I enjoyed J.J. Abrams’ Star Trek reboot, but I think the critics have been kind to it (I largely agree with the comments in this article by one of my colleagues). If there is one thing about it that I unequivocally celebrate, though, it is that it has made Star Trek creditable again to a general audience. It is not so easy to laugh of long-time Trekkers like me now that the movie has made over $70 million.

The distributor, Paramount, will presumably be hoping that some people who came to the movie with little prior knowledge of Star Trek will now want to explore the franchise’s back catalogue. Anyone in that group with an inclination to explore Star Trek’s history should definitely track down an excellent book called The Making of Star Trek by Stephen E. Whitfield and the show’s creator, Gene Roddenberry.

I am onto my second copy of this marvelous 414-page paperback because years ago I was foolish enough to give the first copy away (along with too much of my other Trek memorabilia). Even so, it brings back fond memories of vaulting the short staircase up to the science fiction section in my favourite bookshop in Cambridge, England, to seek out a new Fotonovel or the latest James Blish adaptations of the original series’ episodes. In those days The Next Generation wasn’t even a twinkle in the Great Bird’s eye. Now classic Trek is old enough to be made anew and Whitfield’s book has gone out of print. If you want it, you’ll have to buy it used, but don’t let a torn cover put you off. The good news, too, is that it can often be found at bargain prices.

One reason why The Making of Star Trek is worth reading is that it was written when classic Trek was still being made. In fact, it was originally published before the third season had aired or even got more than a half-season order. Consequently the episode list at the end only covers the series’ first two seasons. There is a thrill to be had from reading the speculative last couple of chapters (including one titled ‘Wither Star Trek‘) and knowing what has happened in the years since the book first came out.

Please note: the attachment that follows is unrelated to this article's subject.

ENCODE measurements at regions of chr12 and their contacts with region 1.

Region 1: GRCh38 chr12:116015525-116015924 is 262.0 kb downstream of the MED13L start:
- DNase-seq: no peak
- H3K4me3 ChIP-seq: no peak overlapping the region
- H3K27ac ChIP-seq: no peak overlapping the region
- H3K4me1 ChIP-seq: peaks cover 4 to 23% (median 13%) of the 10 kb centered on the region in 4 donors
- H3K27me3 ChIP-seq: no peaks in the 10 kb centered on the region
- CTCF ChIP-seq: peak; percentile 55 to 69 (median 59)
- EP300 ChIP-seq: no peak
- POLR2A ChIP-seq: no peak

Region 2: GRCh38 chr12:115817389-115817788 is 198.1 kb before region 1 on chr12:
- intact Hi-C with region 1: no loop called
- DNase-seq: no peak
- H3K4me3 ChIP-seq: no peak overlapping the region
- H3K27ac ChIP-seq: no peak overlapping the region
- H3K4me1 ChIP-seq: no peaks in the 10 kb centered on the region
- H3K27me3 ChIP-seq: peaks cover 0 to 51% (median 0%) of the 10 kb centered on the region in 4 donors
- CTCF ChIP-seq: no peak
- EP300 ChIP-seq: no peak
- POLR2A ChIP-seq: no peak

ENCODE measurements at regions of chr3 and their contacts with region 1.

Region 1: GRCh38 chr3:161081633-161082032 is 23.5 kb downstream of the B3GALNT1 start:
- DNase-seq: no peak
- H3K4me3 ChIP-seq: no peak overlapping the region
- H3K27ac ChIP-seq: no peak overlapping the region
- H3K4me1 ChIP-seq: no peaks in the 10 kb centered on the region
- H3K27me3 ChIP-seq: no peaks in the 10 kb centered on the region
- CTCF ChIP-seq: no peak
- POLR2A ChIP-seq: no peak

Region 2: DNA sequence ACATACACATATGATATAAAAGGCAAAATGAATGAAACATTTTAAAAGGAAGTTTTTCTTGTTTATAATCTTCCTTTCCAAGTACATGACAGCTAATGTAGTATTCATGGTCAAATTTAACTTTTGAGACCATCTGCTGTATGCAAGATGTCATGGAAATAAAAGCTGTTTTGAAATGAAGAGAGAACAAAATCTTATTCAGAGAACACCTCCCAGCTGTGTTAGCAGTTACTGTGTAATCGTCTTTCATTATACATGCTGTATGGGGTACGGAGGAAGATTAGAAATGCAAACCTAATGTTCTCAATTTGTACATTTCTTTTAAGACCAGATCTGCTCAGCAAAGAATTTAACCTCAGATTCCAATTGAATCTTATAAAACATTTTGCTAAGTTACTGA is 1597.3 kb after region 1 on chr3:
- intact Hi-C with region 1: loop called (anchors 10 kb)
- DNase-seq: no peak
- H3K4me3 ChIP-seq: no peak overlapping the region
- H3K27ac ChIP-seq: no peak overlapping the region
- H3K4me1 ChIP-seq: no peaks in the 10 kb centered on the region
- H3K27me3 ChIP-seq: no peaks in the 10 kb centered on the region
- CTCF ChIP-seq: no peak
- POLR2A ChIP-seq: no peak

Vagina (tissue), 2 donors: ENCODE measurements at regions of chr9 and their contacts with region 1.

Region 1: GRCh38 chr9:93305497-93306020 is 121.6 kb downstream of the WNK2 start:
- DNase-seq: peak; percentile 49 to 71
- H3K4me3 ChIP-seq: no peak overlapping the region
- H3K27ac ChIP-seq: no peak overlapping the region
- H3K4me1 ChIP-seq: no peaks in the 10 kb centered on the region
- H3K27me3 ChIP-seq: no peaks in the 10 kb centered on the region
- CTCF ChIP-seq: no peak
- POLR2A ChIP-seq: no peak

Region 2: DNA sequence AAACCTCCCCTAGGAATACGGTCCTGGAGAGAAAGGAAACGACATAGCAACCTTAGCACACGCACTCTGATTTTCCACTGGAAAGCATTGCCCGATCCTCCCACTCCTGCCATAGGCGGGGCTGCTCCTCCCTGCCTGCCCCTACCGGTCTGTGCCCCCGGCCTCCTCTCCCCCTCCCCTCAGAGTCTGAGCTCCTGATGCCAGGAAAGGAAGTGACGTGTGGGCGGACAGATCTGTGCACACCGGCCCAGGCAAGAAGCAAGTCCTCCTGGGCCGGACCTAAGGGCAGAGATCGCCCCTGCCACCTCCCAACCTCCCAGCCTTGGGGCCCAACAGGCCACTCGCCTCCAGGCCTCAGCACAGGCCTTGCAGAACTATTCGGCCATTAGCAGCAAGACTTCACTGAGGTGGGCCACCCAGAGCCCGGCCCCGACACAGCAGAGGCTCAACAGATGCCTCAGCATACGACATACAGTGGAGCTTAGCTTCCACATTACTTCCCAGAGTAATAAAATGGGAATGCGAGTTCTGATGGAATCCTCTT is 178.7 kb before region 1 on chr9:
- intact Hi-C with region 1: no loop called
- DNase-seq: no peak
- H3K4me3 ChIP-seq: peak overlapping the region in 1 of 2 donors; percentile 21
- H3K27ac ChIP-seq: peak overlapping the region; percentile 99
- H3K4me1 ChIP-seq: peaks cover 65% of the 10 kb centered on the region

What Whitfield and Roddenberry (who is frequently quoted) provide is not only an account of history in the making, however. This book is a highly detailed, yet readable, description of the process of producing of a complex network television show at a time when TV was a relatively new medium. Moreover, it provides intriguing insights into what might have been. Take, for instance, this excerpt from the original series outline, which is reproduced in Chapter 1:

THE FAMILIAR LOCALE is their vessel – the U.S.S. Enterprise, a naval cruiser-size spaceship. (in the initial draft of the format, she ship was the U.S.S. Yorktown) …

THE LEAD ROLE is Captain Robert T. April, mid-thirties, an unusually strong and colorful personality, the commander of the cruiser.

OTHER CAST REGULARS are a variety of excitingly different types: “Number One,” a glacierlike, efficient female who serves as ship’s Executive Officer; Jose “Joe” Tyler, the brilliant but sometimes immature Navigator; Mr. Spock, with a red-hued satanic look and surprisingly gentle manners; Philip “Bones” Boyce, M. D., ships doctor and worldly cynic; and uncomfortably lovely J.M. Colt, the Captain’s Yeoman.